Standards or Suggestions
Can Australia afford to lower their standards when it comes to educators? That is the question Family Focus Consultancy is asking when we first learnt that teachers will be able to self-identify their professional development standards in 2018. That concern grew when it was discovered that not all the seven Australian Professional Standards for Teachers will need to be met.
Why call them standards in the first place if they can be disregarded, why not just call them suggestions? The standards are established to define the knowledge, practice and professional engagement needed for high quality effective teaching that improves student learning outcomes.
The seven standards once completed ensure that teachers know students and how they learn. Know the content and how to teach it. Plan for and implement effective teaching and learning. Create and maintain effective teaching and learning. Assess, provide feedback and report on student learning. Engage in professional learning. Engage professionally with colleagues, parents/carers and the community.
Why are we lowering the benchmark? Is it fair to ask teachers to identify their needs in terms of professional development? If all seven standards aren’t undertaken does that mean a teacher is at a disadvantage to their peers?
Educators already speak of overcrowded timetables, overwhelming workloads, minimal opportunity for training and development and restrictive school budgets. When faced with self-identifying the professional development standards these tensions will no doubt be factors that persuade the decision-making process. Schools may find it too convenient to sign off on Standards that compliment what is already scheduled and planned. No cost and low-cost options will be what teachers will be encouraged to choose. Areas of professional development that may fall into the too hard, expensive and time-consuming categories will probably not even get a look in. Schools are always looking to save money, it is a reality of their administrative processes.
Professional development is not meant to be economics. It is always meant to focus on raising the proficiencies and abilities of educators. Society needs great teachers. Now more than ever. By 2026 teachers are going to be responsible for educating the largest enrolment numbers Australia has seen since the World War 2 “baby boom”. Based on the nation’s birthing rate there will be an extra 705,000 students entering school by that time. Think overcrowding, underfunding and dropping assessment scores are an issue now? Just wait.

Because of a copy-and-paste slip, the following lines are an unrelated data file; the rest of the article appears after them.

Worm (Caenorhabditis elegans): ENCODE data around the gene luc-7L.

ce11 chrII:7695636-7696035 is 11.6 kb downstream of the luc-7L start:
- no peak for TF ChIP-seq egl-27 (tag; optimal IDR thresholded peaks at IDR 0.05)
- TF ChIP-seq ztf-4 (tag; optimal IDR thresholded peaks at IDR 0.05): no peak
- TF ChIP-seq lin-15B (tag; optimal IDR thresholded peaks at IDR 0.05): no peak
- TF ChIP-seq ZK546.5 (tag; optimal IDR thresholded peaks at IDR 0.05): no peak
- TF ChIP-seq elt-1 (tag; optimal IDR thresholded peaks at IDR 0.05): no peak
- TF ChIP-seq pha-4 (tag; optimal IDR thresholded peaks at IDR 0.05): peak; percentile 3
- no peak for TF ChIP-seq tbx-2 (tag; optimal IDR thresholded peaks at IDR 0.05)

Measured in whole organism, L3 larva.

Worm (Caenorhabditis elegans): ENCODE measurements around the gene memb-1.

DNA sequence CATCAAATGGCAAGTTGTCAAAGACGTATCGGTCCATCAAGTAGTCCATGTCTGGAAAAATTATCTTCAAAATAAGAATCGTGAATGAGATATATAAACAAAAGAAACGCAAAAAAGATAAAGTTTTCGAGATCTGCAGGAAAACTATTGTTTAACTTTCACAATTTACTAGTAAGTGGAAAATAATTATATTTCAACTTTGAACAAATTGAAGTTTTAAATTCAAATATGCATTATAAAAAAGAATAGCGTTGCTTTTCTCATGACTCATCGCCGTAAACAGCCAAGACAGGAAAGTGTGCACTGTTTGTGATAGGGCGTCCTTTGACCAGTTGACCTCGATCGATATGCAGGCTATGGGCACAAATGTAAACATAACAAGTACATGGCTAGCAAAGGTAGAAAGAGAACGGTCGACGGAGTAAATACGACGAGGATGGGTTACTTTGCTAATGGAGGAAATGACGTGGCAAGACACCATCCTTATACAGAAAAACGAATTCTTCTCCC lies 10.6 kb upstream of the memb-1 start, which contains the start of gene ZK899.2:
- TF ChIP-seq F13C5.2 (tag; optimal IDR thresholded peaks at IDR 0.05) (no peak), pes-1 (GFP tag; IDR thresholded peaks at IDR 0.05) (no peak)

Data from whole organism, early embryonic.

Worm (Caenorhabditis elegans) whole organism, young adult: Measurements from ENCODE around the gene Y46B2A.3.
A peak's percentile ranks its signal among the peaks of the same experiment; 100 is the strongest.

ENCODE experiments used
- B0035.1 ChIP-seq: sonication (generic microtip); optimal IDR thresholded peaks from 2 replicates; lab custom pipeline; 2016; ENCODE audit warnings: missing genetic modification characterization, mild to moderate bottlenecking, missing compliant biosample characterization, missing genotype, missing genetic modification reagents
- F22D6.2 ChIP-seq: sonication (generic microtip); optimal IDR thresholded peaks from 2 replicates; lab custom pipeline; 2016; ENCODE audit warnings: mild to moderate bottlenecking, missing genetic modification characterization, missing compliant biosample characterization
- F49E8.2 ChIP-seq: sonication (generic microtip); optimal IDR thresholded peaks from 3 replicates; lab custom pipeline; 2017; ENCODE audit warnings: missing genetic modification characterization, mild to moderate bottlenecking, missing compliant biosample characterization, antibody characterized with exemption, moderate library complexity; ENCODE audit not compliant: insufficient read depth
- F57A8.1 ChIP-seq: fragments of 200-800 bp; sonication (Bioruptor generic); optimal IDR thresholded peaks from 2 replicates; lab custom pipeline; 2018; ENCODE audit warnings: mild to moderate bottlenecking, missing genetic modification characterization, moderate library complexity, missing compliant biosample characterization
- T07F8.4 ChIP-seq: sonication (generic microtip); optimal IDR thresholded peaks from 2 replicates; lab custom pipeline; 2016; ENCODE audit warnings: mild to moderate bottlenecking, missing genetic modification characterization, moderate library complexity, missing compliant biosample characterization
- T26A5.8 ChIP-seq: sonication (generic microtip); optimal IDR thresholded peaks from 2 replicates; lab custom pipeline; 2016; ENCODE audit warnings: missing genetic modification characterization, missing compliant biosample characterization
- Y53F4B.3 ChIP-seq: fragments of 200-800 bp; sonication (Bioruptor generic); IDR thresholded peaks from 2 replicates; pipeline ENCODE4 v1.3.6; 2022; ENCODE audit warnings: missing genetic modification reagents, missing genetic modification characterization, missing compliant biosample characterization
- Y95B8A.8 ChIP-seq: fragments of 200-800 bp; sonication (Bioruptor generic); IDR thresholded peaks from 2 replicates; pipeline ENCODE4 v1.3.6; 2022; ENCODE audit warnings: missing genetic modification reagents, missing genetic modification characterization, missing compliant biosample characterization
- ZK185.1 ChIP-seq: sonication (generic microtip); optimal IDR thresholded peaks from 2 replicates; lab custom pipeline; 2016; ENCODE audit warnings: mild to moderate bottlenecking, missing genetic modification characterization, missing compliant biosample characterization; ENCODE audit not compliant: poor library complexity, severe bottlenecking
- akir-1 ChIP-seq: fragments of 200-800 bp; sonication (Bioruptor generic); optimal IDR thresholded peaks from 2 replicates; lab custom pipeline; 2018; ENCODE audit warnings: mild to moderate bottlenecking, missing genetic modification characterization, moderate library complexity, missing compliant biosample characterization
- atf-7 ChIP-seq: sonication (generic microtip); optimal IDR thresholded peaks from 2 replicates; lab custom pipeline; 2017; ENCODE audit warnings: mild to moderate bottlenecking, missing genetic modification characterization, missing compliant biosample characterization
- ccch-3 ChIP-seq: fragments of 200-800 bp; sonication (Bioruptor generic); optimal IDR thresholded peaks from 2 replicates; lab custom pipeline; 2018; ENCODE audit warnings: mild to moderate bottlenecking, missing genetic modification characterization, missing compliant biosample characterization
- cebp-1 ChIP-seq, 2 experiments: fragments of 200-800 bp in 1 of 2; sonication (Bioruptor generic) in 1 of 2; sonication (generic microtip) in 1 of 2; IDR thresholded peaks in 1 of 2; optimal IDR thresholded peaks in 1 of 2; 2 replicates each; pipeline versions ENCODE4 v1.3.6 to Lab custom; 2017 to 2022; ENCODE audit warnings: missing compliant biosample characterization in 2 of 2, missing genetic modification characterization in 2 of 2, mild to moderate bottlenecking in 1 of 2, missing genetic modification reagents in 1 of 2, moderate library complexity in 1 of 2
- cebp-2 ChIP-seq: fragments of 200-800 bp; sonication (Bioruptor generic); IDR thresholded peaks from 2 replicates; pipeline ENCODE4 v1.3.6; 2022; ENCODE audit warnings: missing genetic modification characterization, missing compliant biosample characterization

Many peak bodies, research bodies, governments and teachers themselves concede that the education system does not work effectively or efficiently and certainly not for the benefit of all students. One does not need to be an academic to predict that a lessening of standards coupled with a population boom will see an already overstretched profession being pushed to breaking point.
The reality is schools need to be as best prepared for tomorrow as they can be. Essential to that is the ideology preached by those in charge of education. Standardise educational options, increase teacher skills by way of standards, measure individual growth in students, offer a diverse curriculum, provide outcomes that will witness the learner’s success and engage parents as partners in the child’s learning.
Which of the Australian Professional Standards for Teachers is the least important? All seven standards seem critical and have a direct purpose in terms of professional rigour. If you don’t need some of them then it makes one question why you need any of them? Standards or suggestions? Success or failure? Teachers deserve to have every opportunity to succeed in their careers. The modified version of professional development sends a mixed message. Time for one message to be said loud and clear, all teachers deserve to realise growth and accomplishment in all seven standards. Because great educators are key to our communities’ successes.